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Artist: VAN RAVESCHOT
Title: Eden East
Format: CD
Label: Pale Music
Rated: *****
EDEN EAST is the debut album of Van Raveschot, a band coming from Berlin but formed by people coming from different sides of Europe: Amelie a.k.a "Van Raveschot", French singer, composer and writer, arrived in Berlin at the end of 2006, Henrik on guitar, Hannes on bass guitar and Arek on drums. Their music alternates vibrant energetic post punk/wave songs like the opening the great "Comme des histoires" or the following "No matter what" (it has a really nice dark sounding intermezzo) and "Sexe" to dark mid tempos where Amelie's vocals incarnate very well the stories of tortured loves she wrote, sounding intense and passionate. Some tracks tend to lose their grip because the guitar passes on the background but it's a matter of few moments. Nice debut...
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Artist: Dmitry Mazurov (@)
Title: Creature on a Lavatory Pan
Format: CD
Label: Electroshock Records (@)
Distributor: Eurock Distribution
Rated: *****
This has got to be one of the most interesting albums I've received in the latest batch from Chain D.L.K. HQ. Dmitry Mazurov is an artist on the cutting edge Russian Electroshock Records label, and his eclectic album, 'Creature on a Lavatory Pan' certainly fits within Electroshock's roster. The title is much creepier than the music, which is a mixture of dark ambient, semi-classical and cinematic soundscape. Although Dmitry's artwork for the CD cover does show a bizarre creature on a lavatory pan (actually, it looks more like a toilet) I think it is more macabre and overt than the music, which is subtle and sublime. Opening with a brief piece titled 'Abyss' which sets a ghostly dark ambient tone, more light is shed in 'Luminos' which follows, as medium tempo piano arpeggios play over a sustained nebulous background of strings. It adds an aura of mystery. Sparse piano melody follow, accented in places by the string ensemble. Gradually, a theme develops through more orchestration. Way cool! It is like the soundtrack for a movie in the imagination.

'Burevo' plunges the listener into a fantastical environment where many subtle elements (both musical and noises) coalesce into an other-worldly soundscape, a subterranean hive of activity and elemental movement. I could imagine this as background of a mysterious (not your 'shoot-em-up' type) video game. 'Depths' goes even deeper with very low frequency drone, subsonics and bubbling liquid. One gets the impression of a number of aliens creatures moving through this environment, although what they may be up to is oblique.

On 'Surovitsa' you get the impression of something slogging through some type of pebbly terra, finally reaching an area where strange lifeforms hold sway. There is such a collage of different, yet purposeful sounds, some acoustic, some electronic. An eclectic guitar (by Jury Starosotnikov) plays a suspenseful sustained tonal rise (think Pink Floyd in Umma Gumma days) that culminates into a brief resounding 'BLANG' for lack of a better description. Frenetic string scrapes on the bridge leading into a wailing entity while low, slow moving orchestration fills in the background.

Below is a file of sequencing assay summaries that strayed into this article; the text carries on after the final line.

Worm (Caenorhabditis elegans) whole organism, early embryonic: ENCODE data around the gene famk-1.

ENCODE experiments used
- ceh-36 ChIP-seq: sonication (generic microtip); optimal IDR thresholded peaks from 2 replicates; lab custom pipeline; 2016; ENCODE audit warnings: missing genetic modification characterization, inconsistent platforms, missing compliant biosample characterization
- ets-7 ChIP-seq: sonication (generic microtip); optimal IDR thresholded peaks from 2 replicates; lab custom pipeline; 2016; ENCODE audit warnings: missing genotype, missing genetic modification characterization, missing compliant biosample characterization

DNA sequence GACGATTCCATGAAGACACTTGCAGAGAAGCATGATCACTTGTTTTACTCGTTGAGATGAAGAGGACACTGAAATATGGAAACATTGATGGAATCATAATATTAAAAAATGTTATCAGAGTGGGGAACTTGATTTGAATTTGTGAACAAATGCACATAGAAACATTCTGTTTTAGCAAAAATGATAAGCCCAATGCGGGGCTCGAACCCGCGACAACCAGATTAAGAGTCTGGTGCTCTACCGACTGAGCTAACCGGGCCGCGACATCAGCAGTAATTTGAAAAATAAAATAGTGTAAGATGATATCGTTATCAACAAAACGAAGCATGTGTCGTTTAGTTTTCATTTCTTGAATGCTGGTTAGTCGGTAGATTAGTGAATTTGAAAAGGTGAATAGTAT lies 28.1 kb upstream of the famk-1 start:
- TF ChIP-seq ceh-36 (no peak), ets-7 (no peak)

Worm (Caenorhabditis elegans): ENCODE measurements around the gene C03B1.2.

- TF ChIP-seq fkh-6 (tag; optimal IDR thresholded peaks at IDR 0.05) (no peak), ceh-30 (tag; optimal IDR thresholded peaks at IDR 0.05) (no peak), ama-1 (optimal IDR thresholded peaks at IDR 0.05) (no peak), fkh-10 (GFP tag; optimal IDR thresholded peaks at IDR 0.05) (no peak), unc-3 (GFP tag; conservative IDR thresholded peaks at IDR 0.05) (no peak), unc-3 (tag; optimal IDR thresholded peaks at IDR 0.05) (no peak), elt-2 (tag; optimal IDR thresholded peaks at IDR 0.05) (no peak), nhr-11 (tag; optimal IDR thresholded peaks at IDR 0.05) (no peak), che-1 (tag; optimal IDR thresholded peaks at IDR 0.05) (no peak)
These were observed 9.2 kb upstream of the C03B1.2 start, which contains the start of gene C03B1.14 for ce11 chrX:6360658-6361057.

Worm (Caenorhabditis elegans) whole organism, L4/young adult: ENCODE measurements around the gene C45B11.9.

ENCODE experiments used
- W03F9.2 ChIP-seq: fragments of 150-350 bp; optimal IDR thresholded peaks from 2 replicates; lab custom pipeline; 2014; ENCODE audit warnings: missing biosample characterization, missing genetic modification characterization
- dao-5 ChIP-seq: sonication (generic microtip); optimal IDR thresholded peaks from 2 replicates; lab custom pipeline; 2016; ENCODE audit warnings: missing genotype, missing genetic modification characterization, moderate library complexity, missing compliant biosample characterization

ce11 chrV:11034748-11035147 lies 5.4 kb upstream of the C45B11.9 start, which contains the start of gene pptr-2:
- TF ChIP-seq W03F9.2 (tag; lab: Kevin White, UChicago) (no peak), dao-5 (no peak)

'Lethargie' puts the listener on more solid footing, as a melancholic slow-moving theme plays out with higher strings accented by the occasional chime. Very classical sounding. There is a sweet and sad feel to this piece, and understated drama. 'Mask for Delicate Aesthetes' is the longest track on the album at 14:35. It begins atmospherically, but soon a rhythmic sequence comes into play. It comes and goes as synth ambience fills in the background. This may be as close as it come to anything conventional (and I use that word loosely) in the realm of IDM, more Autechre-style than anything else. Eventually the sequence disappears and is replaced by more ominous electronics'¦think Klaus Schulz being kind of 'out there'. An Enoesque melodic passage follows, and I have come to realize that this album is absolute cinematic genius. I don't think I have ever heard anything like it. A stronger melodic theme develops toward the end with some phantomesque violin courtesy of Oleg Huhua while sporadic noises erupt in the background. Magic, pure magic.

'Oblivion' uses a subtle industrial loop and floating sustained chords and electronic pads to create an atmosphere that is both cosmic and tremulous. 'Reminiscences' puts the piano upfront again with supporting orchestral elements, developing a theme, then playing a fantasy on it. I am reminded of Harold Budd. Then dramatic percussion kicks in for effect. Sometimes I hear strains of Satie, sometimes Wojceich Kilar, surely other soundtrack composers too; you are bound to come up with your own parallels.

The final two tracks on the album, 'Awe' and 'Sisters of Gloom' are no less enthralling but I am running out of descriptive adjectives. If you're not checking into where you can buy this CD by now, I suppose there isn't anything more I can say about it. But you should buy it. It's that damn good.